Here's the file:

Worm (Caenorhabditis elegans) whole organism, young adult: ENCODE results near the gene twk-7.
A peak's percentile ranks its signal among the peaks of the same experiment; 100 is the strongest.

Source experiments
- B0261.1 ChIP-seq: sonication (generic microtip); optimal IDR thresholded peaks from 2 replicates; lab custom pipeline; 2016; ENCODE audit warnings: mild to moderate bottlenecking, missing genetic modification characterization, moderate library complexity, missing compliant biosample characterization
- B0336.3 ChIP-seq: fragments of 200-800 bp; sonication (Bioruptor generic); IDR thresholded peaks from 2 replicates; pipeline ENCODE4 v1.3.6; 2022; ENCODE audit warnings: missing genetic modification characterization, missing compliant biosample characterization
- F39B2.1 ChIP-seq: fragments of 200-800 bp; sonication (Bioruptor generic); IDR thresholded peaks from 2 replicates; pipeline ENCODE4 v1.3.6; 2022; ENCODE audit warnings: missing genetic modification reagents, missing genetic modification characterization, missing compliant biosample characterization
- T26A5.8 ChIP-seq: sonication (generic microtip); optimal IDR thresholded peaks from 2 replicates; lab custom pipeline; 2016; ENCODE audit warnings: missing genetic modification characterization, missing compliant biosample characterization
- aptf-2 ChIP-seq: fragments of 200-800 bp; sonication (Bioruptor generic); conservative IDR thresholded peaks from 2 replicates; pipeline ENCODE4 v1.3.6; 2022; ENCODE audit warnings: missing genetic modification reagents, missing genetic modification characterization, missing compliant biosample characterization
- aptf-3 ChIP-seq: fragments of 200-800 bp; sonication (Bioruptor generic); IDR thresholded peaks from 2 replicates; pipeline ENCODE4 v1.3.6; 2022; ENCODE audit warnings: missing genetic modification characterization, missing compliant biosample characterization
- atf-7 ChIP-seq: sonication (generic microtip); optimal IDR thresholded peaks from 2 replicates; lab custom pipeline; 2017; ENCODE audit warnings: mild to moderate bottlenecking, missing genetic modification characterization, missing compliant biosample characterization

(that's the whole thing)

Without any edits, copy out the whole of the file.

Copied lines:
Worm (Caenorhabditis elegans) whole organism, young adult: ENCODE results near the gene twk-7.
A peak's percentile ranks its signal among the peaks of the same experiment; 100 is the strongest.

Source experiments
- B0261.1 ChIP-seq: sonication (generic microtip); optimal IDR thresholded peaks from 2 replicates; lab custom pipeline; 2016; ENCODE audit warnings: mild to moderate bottlenecking, missing genetic modification characterization, moderate library complexity, missing compliant biosample characterization
- B0336.3 ChIP-seq: fragments of 200-800 bp; sonication (Bioruptor generic); IDR thresholded peaks from 2 replicates; pipeline ENCODE4 v1.3.6; 2022; ENCODE audit warnings: missing genetic modification characterization, missing compliant biosample characterization
- F39B2.1 ChIP-seq: fragments of 200-800 bp; sonication (Bioruptor generic); IDR thresholded peaks from 2 replicates; pipeline ENCODE4 v1.3.6; 2022; ENCODE audit warnings: missing genetic modification reagents, missing genetic modification characterization, missing compliant biosample characterization
- T26A5.8 ChIP-seq: sonication (generic microtip); optimal IDR thresholded peaks from 2 replicates; lab custom pipeline; 2016; ENCODE audit warnings: missing genetic modification characterization, missing compliant biosample characterization
- aptf-2 ChIP-seq: fragments of 200-800 bp; sonication (Bioruptor generic); conservative IDR thresholded peaks from 2 replicates; pipeline ENCODE4 v1.3.6; 2022; ENCODE audit warnings: missing genetic modification reagents, missing genetic modification characterization, missing compliant biosample characterization
- aptf-3 ChIP-seq: fragments of 200-800 bp; sonication (Bioruptor generic); IDR thresholded peaks from 2 replicates; pipeline ENCODE4 v1.3.6; 2022; ENCODE audit warnings: missing genetic modification characterization, missing compliant biosample characterization
- atf-7 ChIP-seq: sonication (generic microtip); optimal IDR thresholded peaks from 2 replicates; lab custom pipeline; 2017; ENCODE audit warnings: mild to moderate bottlenecking, missing genetic modification characterization, missing compliant biosample characterization